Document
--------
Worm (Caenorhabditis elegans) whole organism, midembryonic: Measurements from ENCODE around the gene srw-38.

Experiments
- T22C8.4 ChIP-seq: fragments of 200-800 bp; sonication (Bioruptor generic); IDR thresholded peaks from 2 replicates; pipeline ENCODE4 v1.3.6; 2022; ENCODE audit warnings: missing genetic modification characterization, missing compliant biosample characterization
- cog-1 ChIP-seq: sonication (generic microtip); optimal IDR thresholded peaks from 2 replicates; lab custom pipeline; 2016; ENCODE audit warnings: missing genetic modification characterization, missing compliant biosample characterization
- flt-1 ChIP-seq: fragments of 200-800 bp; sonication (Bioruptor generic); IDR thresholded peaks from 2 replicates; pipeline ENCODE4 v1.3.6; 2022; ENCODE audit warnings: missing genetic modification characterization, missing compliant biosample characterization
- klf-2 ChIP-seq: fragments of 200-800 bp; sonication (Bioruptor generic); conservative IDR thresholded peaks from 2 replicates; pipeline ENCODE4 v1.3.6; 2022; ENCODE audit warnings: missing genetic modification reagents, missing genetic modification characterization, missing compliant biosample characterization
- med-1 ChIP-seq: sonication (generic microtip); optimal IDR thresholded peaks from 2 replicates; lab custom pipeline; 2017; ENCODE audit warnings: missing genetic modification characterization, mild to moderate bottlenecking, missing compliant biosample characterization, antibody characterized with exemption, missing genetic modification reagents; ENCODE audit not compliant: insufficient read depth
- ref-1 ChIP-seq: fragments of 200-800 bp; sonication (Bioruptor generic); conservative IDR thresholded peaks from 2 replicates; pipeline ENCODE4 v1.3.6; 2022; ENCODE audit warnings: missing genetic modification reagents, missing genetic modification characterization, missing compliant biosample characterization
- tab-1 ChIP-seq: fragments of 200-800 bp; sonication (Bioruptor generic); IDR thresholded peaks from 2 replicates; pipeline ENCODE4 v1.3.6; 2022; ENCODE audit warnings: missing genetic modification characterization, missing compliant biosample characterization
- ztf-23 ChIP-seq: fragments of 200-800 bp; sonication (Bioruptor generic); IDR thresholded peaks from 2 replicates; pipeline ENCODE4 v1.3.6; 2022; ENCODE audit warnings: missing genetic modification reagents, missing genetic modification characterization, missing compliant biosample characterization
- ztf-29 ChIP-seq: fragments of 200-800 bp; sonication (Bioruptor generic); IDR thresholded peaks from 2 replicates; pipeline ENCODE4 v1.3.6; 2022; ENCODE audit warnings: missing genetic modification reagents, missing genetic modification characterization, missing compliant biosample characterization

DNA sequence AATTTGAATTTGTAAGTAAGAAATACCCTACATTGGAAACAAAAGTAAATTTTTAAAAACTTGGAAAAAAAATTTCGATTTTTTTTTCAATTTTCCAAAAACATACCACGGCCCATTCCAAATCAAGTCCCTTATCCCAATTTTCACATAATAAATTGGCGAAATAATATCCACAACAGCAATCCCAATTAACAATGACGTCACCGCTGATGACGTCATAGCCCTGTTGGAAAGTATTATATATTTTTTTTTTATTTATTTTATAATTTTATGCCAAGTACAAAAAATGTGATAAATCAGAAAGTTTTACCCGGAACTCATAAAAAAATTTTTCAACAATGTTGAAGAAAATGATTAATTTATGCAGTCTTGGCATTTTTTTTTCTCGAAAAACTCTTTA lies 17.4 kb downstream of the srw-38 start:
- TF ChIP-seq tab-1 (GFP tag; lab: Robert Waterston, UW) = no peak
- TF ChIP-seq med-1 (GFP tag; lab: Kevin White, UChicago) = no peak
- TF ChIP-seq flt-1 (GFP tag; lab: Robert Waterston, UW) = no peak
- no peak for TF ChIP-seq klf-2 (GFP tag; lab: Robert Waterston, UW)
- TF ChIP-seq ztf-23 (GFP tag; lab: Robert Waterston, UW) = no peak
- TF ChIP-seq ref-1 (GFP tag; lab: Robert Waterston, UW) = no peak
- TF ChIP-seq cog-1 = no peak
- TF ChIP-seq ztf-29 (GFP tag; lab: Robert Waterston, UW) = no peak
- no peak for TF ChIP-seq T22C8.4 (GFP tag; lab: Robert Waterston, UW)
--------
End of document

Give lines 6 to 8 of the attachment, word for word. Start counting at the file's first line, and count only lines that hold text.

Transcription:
- klf-2 ChIP-seq: fragments of 200-800 bp; sonication (Bioruptor generic); conservative IDR thresholded peaks from 2 replicates; pipeline ENCODE4 v1.3.6; 2022; ENCODE audit warnings: missing genetic modification reagents, missing genetic modification characterization, missing compliant biosample characterization
- med-1 ChIP-seq: sonication (generic microtip); optimal IDR thresholded peaks from 2 replicates; lab custom pipeline; 2017; ENCODE audit warnings: missing genetic modification characterization, mild to moderate bottlenecking, missing compliant biosample characterization, antibody characterized with exemption, missing genetic modification reagents; ENCODE audit not compliant: insufficient read depth
- ref-1 ChIP-seq: fragments of 200-800 bp; sonication (Bioruptor generic); conservative IDR thresholded peaks from 2 replicates; pipeline ENCODE4 v1.3.6; 2022; ENCODE audit warnings: missing genetic modification reagents, missing genetic modification characterization, missing compliant biosample characterization